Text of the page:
With the New Public Management approach to public sector management, public sector management is adopting organizational change from the private sector. Managing change involves managing people who are to carry out the change. People are the pillars of change and handling them carefully determines how smoothly change will occur. In organizational management, Kotter’s eight step model of change promotes the need to communicate and influence change to all stakeholders. The model focuses on preparing people for the change and has can fit to the public sector due to its top-down approach. It also fits into the culture of hierarchies. Failure to inform people adequately can increase resistance and lack of engagement in a project. On the other hand, leaders of change are the managers and should ensure that they understand the process in order to create effective strategies. In a world of constant changes, it is inevitable for public sector to remain with traditional approach to their work. The liberty of the modern customer calls for improved customer service. Privatization of public companies has led to competition between private and public service providers. The challenges of bureaucracy and politics are difficult to eliminate in a public organization. Therefore, a difference exists in management style but change in management style of public calls for political support. Researchers in the public sector need to identify the differences in organizational change for private and public sector. Such information can aid in creating custom methods for managing change in an organization prone to political pressures.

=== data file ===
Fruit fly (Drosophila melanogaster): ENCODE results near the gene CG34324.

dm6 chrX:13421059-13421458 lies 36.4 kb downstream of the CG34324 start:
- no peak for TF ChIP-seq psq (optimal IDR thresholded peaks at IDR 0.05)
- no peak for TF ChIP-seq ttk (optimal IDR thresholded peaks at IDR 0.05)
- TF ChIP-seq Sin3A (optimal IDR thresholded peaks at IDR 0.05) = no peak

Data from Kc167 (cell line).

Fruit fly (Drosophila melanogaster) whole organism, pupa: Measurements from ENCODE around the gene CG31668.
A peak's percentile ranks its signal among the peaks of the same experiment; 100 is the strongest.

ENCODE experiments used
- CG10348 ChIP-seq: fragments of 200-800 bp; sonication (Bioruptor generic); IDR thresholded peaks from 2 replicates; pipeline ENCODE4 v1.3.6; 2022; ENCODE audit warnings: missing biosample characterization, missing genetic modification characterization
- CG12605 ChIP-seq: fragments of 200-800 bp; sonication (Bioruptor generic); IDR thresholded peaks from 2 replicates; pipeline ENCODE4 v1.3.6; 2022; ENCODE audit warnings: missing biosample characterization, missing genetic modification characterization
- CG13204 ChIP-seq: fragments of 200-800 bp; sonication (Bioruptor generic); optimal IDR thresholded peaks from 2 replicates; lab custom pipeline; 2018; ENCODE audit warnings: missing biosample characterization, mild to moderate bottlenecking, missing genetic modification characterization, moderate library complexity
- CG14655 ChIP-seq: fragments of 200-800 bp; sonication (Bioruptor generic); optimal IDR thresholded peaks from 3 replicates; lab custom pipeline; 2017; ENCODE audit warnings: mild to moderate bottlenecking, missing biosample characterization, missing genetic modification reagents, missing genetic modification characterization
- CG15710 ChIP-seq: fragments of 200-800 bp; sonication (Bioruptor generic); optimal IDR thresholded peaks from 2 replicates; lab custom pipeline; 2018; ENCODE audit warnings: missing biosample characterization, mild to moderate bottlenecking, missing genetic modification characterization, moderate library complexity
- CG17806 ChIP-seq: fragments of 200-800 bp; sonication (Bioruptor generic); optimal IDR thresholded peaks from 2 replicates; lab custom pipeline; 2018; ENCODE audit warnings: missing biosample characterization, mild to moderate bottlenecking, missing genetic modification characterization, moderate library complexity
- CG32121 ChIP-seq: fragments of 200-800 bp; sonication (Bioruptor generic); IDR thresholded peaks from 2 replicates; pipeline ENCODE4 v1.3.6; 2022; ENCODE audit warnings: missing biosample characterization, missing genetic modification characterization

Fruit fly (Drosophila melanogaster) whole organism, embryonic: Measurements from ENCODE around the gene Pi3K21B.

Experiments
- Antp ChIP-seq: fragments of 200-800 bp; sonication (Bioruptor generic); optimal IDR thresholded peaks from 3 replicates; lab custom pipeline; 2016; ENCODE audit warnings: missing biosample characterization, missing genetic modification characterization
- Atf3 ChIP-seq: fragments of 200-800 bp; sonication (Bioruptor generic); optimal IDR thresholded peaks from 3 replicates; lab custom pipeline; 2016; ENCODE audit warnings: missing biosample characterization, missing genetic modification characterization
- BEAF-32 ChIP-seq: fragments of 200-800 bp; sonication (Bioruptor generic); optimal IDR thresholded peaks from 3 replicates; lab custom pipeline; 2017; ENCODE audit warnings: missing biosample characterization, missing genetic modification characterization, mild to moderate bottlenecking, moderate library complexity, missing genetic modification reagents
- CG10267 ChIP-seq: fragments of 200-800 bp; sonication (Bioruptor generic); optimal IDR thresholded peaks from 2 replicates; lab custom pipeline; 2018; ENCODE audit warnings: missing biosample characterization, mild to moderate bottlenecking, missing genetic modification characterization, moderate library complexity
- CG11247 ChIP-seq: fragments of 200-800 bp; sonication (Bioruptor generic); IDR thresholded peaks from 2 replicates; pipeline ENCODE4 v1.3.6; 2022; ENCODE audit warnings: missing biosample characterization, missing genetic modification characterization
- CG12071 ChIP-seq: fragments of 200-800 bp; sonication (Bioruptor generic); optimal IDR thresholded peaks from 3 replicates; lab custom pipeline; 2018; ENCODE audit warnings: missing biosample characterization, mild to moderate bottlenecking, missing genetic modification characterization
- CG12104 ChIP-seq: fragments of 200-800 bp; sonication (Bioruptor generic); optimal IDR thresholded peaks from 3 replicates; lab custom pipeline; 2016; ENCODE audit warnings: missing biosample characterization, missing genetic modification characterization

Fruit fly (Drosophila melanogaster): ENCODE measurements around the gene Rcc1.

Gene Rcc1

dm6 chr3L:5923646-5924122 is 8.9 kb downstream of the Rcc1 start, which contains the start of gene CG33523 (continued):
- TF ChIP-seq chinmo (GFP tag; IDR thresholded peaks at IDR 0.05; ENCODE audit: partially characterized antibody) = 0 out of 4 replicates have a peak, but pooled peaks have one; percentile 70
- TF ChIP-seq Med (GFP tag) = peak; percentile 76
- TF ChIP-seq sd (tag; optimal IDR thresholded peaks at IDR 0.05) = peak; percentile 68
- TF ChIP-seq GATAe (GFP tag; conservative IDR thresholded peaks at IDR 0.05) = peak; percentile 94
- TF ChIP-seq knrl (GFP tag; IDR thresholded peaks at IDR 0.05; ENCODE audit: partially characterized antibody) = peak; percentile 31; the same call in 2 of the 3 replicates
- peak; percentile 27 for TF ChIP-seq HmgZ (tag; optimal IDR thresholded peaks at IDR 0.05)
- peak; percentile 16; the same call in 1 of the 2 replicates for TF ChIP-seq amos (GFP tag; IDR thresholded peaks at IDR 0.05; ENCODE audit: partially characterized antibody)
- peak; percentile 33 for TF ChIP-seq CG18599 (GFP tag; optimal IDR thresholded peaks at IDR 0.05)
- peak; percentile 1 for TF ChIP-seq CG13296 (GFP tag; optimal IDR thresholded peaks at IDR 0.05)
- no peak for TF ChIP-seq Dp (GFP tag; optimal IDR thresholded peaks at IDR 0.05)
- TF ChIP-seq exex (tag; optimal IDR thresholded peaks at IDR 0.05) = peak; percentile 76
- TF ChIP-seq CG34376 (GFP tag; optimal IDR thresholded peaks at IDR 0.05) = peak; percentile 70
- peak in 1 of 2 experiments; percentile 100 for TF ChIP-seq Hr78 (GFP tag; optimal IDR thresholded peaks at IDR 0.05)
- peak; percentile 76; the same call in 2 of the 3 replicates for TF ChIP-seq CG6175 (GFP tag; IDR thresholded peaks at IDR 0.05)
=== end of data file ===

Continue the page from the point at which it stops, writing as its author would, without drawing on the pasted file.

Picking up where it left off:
Ashworth, Rachel., Boyne, George., and Delbridge, Rick. “Escape from the iron cage? Organizational change and isomorphic pressures in the public sector.” Journal of Public Administration Research and Theory 19.1 (2009): 165-187.
Diefenbach, Thomas. “New Public Management In Public Sector Organizations: The Dark Sides Of Managerialistic ‘Enlightenment’.” Public Administration 87.4 (2009): 892-909. Political Science Complete. Web. 6 Mar. 2016
Fernandez, Sergio, and Hal G. Rainey. “Managing successful organizational change in the public sector.” Public administration review 66.2 (2006): 168-176.
Robertson, Peter J., and Seneviratne, Sonal J. “Outcomes of Planned Organizational Change in the Public Sector: A Meta-analytic Comparison to the Private Sector”. Public Administration Review 55.6 (1995): 547–558. Web…